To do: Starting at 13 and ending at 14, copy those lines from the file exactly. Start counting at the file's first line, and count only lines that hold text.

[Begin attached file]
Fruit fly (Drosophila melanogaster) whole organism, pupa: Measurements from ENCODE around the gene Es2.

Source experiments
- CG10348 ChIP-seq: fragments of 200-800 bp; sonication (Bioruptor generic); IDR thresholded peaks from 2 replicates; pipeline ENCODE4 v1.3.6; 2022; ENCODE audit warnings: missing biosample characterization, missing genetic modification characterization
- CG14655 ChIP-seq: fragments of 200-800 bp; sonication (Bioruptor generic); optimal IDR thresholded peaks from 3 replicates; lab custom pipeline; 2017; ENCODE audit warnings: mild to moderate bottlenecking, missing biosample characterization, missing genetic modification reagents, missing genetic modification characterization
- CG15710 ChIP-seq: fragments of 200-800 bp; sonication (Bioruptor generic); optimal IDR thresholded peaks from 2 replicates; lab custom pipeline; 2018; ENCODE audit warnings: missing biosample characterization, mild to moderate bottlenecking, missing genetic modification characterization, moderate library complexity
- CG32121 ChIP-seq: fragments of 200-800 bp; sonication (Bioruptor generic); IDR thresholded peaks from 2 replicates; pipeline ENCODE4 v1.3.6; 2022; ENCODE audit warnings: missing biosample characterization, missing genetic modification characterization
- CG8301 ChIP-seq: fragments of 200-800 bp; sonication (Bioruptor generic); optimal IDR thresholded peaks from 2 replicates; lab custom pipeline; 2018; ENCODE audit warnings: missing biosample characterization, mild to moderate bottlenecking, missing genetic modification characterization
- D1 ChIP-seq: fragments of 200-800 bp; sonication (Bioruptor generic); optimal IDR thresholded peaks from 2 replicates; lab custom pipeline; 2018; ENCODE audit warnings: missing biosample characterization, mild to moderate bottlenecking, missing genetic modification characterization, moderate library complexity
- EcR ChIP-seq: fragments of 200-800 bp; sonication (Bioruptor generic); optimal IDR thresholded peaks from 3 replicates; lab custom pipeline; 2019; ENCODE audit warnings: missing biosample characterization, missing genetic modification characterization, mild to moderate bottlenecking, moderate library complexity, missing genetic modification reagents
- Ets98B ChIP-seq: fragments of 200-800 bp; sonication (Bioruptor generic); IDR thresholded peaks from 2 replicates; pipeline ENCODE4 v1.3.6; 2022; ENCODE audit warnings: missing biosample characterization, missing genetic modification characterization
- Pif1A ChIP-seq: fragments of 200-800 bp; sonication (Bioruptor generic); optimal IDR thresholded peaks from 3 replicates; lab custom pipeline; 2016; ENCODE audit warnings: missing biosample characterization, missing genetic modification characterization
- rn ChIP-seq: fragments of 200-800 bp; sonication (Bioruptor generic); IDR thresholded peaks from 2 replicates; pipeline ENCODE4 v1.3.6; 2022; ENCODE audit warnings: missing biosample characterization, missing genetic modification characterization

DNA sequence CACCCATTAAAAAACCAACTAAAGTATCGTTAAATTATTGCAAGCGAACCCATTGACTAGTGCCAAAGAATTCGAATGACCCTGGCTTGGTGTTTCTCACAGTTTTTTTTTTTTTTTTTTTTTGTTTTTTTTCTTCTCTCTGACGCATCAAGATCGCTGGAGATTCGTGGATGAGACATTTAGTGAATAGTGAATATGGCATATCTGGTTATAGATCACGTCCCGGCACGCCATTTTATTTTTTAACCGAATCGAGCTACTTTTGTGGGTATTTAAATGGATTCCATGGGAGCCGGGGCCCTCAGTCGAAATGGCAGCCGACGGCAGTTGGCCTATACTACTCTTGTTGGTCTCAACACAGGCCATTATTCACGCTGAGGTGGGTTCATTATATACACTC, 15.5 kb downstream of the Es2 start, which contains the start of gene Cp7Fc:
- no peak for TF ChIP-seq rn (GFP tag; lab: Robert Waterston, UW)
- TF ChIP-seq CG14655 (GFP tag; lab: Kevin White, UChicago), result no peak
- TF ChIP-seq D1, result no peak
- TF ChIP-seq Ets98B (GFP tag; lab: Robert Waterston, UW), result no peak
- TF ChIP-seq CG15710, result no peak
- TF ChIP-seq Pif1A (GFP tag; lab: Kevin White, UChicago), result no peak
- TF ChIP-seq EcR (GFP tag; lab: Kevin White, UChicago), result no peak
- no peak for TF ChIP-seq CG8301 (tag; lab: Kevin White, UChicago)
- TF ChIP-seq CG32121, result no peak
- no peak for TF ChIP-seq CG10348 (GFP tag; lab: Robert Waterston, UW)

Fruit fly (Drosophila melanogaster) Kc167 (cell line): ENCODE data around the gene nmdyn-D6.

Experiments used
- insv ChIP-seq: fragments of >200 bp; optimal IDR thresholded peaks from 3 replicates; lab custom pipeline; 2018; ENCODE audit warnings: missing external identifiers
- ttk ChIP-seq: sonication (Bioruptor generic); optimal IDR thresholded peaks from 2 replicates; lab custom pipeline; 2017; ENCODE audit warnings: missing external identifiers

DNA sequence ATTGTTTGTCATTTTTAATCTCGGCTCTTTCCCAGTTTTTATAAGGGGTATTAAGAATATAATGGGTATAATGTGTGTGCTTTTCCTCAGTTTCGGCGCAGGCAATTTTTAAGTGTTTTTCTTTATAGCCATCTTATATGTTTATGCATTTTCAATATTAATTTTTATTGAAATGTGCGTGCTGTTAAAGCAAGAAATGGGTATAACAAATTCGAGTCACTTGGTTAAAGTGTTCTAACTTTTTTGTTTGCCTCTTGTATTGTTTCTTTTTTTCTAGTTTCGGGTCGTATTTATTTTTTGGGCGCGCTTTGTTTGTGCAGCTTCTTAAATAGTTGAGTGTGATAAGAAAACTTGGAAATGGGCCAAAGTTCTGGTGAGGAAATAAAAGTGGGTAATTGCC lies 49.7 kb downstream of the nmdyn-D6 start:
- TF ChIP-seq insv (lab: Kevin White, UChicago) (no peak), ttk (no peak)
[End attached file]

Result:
DNA sequence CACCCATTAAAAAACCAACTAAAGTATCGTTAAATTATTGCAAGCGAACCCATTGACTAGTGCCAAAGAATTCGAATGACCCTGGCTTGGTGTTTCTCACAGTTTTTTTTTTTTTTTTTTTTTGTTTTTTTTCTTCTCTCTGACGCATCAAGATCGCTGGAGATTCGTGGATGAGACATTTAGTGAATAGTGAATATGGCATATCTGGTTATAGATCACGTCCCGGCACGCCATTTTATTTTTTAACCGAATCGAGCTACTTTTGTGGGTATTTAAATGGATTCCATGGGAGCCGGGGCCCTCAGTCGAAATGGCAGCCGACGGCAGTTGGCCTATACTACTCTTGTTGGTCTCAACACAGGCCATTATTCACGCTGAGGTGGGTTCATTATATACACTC, 15.5 kb downstream of the Es2 start, which contains the start of gene Cp7Fc:
- no peak for TF ChIP-seq rn (GFP tag; lab: Robert Waterston, UW)